Asthma and Weather

Think ahead to manage your asthma weather triggers

As the seasons and temperatures change, so can your asthma triggers. Whilst the weather can be unpredictable, by understanding how it can affect your asthma you can feel confident navigating whatever mother nature sends.

Understanding weather triggers

Cold weather


Cold, dry air can irritate your airways making them tighter and making it harder for you to breathe. You may also produce more mucus than normal.1,2

Hot and humid weather


Although it’s more common for cold air to make asthma symptoms worse, hot weather can be a trigger too. Hot air can make airways narrow, causing coughing and shortness of breath. There can also be higher levels of pollutants and pollen during the summer months.1

Changes in weather


For many people, simply a change in the weather can trigger asthma symptoms. This can be from either an increase or decrease in temperature.1



When there is a thunderstorm on its way you often feel the air become very humid. This can trigger you to have tightness in your chest and cough. Thunderstorms also break down pollen in the air into smaller pieces which are more easily inhaled, triggering asthma symptoms.1

steps to take

Now that you have a better understanding of your asthma triggers, take the following steps to be prepared and get ahead of the curve:

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Keep an eye on the forecasT


Knowing the forecast for the day ahead means you can be ready before you step out of the door. This includes checking the pollen count and air quality index. Try using a weather app or website to help.1,2

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avoid certain weather


Try to stay indoors or find a workaround during weather conditions that you know trigger you. For example, on hot days you can go outside in the morning when it’s cooler and avoid the midday heat.1

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Keep your home comfortable


When at home, try shutting windows and using heaters or air conditioning to maintain a comfortable temperature. You may also want to use a humidifier or de-humidifier.3

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Dress for the conditions


In cold weather, wrap a scarf loosely to cover your nose and mouth. Also try breathing in through your nose instead of your mouth, this helps to warm the air as you breathe it in.1,2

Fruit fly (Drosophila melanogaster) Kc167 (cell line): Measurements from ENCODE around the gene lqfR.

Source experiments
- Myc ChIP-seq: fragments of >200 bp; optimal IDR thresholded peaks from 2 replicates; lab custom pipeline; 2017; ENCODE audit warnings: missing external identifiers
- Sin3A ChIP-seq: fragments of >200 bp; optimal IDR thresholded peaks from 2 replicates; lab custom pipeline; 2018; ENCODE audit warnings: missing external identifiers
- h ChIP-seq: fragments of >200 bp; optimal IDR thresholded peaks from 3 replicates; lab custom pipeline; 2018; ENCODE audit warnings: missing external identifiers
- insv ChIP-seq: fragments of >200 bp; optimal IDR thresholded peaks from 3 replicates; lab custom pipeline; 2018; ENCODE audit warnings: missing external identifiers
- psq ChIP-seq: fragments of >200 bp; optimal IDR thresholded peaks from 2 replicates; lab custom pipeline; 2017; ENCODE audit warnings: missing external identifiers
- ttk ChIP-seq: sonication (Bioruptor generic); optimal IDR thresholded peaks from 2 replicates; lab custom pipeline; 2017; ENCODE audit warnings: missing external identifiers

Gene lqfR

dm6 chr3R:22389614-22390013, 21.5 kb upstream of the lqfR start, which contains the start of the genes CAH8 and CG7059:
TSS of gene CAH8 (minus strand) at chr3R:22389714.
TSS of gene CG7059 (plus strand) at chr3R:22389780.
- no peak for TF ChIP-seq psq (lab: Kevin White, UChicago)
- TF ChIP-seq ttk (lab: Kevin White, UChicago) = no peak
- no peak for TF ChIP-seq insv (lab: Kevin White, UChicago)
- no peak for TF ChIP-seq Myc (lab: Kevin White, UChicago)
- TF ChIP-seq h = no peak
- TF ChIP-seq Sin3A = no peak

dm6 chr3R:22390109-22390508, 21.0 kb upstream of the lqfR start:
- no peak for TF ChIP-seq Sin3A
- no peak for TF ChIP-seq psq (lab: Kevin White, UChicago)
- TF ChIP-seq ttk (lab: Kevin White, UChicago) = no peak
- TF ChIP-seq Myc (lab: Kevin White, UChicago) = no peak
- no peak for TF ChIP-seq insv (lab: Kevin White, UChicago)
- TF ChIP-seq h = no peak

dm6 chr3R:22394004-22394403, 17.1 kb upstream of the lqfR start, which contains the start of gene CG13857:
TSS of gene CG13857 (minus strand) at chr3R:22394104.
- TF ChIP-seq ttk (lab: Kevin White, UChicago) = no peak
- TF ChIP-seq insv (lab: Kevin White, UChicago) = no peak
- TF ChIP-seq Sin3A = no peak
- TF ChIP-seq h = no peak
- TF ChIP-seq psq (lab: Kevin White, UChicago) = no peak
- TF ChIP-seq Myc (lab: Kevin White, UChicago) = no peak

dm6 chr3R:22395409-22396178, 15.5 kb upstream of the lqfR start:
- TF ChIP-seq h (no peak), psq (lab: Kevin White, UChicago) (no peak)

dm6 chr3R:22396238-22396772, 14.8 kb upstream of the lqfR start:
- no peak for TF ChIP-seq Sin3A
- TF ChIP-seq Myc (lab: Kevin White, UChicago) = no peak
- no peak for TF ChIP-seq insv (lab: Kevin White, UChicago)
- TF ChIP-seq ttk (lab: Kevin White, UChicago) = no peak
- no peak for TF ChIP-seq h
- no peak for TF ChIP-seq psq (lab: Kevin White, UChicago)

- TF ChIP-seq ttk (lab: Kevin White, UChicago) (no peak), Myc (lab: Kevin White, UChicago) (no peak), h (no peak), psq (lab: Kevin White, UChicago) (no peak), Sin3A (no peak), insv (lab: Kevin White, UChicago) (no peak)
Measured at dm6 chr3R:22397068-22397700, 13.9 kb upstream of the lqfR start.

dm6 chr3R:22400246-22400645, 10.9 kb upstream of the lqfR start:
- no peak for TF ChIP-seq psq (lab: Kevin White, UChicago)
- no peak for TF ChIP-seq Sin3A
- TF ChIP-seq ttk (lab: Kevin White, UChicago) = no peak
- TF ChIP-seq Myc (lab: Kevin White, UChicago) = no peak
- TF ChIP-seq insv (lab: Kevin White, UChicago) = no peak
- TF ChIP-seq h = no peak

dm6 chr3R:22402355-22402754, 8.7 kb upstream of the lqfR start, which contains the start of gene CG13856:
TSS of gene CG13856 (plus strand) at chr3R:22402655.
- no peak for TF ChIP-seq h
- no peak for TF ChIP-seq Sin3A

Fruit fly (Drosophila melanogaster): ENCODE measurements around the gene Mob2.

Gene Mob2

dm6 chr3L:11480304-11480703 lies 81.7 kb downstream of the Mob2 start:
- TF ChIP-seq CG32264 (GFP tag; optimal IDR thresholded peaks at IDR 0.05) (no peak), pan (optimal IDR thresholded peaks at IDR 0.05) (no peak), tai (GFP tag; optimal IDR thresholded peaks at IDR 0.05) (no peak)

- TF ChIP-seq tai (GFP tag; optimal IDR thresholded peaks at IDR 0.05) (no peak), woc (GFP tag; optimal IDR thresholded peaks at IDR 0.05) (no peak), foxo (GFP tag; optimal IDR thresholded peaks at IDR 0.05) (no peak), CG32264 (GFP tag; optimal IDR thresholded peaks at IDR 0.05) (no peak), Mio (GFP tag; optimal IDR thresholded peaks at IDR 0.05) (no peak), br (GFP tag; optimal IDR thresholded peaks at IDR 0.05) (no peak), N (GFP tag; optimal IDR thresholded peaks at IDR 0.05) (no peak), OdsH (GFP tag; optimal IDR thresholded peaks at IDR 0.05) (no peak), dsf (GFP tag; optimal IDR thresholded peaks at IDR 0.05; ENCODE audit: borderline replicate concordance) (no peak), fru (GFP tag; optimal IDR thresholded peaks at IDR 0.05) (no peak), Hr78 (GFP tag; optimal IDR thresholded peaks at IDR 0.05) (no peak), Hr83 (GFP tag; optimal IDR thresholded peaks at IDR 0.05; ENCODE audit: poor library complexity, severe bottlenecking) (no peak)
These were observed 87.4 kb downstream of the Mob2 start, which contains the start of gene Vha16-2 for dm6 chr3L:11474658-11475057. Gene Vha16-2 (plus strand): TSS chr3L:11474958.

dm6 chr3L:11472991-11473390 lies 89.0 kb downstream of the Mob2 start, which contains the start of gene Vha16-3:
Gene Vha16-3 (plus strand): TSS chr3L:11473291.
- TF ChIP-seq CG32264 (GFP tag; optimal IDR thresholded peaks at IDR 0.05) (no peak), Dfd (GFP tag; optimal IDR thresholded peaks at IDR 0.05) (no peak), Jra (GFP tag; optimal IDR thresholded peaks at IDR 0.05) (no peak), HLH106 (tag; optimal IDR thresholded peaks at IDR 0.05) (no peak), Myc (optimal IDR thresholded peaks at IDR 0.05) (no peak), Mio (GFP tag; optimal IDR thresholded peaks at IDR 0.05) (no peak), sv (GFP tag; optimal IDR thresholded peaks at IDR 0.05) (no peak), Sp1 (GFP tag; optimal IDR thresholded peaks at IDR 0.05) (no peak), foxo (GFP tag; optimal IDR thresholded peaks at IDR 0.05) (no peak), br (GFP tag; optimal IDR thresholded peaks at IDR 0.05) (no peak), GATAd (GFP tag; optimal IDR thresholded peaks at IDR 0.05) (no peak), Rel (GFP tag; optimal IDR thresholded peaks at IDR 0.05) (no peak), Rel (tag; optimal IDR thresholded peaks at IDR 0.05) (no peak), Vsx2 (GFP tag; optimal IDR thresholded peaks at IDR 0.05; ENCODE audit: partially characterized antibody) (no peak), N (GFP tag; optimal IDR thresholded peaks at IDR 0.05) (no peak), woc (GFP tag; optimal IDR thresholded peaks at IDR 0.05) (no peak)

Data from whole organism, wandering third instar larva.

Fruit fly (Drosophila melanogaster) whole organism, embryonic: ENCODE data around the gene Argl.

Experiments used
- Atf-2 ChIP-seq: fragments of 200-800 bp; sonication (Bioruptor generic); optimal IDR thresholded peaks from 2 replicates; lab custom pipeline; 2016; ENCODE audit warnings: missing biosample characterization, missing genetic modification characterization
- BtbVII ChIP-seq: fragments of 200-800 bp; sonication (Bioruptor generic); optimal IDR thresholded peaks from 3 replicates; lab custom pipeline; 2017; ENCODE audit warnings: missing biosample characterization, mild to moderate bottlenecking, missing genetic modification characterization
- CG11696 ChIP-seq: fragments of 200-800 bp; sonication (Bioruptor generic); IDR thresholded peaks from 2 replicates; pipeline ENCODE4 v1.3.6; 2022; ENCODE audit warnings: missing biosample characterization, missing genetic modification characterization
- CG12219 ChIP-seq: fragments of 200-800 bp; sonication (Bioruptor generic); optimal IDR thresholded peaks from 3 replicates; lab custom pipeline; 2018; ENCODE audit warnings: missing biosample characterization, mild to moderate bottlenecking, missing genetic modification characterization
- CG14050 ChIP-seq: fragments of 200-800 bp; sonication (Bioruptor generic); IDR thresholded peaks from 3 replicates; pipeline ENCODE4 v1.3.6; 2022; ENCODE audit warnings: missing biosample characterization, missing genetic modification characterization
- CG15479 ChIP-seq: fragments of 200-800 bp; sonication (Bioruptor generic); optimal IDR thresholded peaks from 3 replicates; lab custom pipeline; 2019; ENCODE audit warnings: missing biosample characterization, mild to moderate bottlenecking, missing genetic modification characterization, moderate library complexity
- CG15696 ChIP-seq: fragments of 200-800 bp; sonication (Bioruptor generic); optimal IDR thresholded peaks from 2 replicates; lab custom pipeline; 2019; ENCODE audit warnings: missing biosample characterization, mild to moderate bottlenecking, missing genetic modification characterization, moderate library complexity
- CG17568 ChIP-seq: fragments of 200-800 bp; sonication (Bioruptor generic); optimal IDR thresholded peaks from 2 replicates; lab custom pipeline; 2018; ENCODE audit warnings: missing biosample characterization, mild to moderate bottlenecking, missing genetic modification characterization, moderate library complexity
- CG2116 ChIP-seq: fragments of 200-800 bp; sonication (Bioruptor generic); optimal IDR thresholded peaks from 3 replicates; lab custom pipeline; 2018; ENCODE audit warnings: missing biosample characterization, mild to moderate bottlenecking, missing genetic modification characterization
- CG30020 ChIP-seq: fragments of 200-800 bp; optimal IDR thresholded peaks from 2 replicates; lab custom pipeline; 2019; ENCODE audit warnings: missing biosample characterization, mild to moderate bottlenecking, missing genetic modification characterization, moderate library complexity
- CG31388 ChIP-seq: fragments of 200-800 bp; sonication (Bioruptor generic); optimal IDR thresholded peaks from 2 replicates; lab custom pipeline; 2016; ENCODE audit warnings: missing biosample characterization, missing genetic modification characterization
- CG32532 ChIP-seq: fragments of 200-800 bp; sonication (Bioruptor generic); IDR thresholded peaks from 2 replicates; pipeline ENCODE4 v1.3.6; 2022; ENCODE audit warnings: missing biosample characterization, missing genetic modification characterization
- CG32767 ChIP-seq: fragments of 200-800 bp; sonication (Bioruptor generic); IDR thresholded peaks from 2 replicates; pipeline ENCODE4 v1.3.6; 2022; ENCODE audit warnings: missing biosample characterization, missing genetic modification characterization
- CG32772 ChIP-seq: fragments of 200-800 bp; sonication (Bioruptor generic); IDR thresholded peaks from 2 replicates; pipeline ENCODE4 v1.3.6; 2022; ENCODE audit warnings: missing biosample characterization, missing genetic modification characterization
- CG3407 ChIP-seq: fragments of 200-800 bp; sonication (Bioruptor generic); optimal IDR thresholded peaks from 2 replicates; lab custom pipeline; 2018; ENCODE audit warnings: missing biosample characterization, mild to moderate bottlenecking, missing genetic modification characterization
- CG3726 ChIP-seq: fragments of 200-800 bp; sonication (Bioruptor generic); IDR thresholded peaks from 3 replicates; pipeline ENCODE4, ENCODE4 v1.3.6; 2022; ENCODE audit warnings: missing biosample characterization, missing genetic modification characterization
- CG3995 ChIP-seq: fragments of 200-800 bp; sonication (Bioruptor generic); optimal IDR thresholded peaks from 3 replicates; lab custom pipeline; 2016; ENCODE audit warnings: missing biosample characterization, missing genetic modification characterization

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Take your medication


Taking your long-term control medication routinely as prescribed, helps to reduce your chances of having an exacerbation. These medicines ease the airway inflammation that can cause asthma symptoms, like coughing and wheezing.4-6

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Have a written asthma action plan


Tell your doctor about what weather triggers your asthma so you can work together to include this in your asthma action plan.1

What to do next:

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Talk to your doctor about your symptoms at your next appointment. This will help them to understand if any changes are needed to your treatment, plus, they will be able to share useful advice on how to manage your symptoms.

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If you are going on holiday or traveling to a place with a different climate, remember to plan ahead for any potential new weather triggers. Read the travelling with asthma article to help you prepare for your next trip.



If you’re concerned that your asthma symptoms might be holding you back, speak to your doctor for more information.
The asthma control test (ACT) is a quick way to see how the symptoms of asthma are affecting your everyday life. Click on the link below to get the results in seconds – and be sure to share them with your doctor.

  • referenceS

    1. Asthma and Lung. Weather and Asthma. Available at: Accessed: February 2024.
    2. NHS. Living with Asthma. Available at: Accessed: February 2024.
    3. Healthline. Room temperature. Available at: Accessed: February 2024.
    4. Mayo Clinic. Asthma attack. Available at: Accessed: February 2024.
    5. NHS. Asthma attacks. Available at: Accessed: February 2024.
    6. GINA. Global strategy for asthma management and prevention, 2023. Available at: Accessed: February 2024.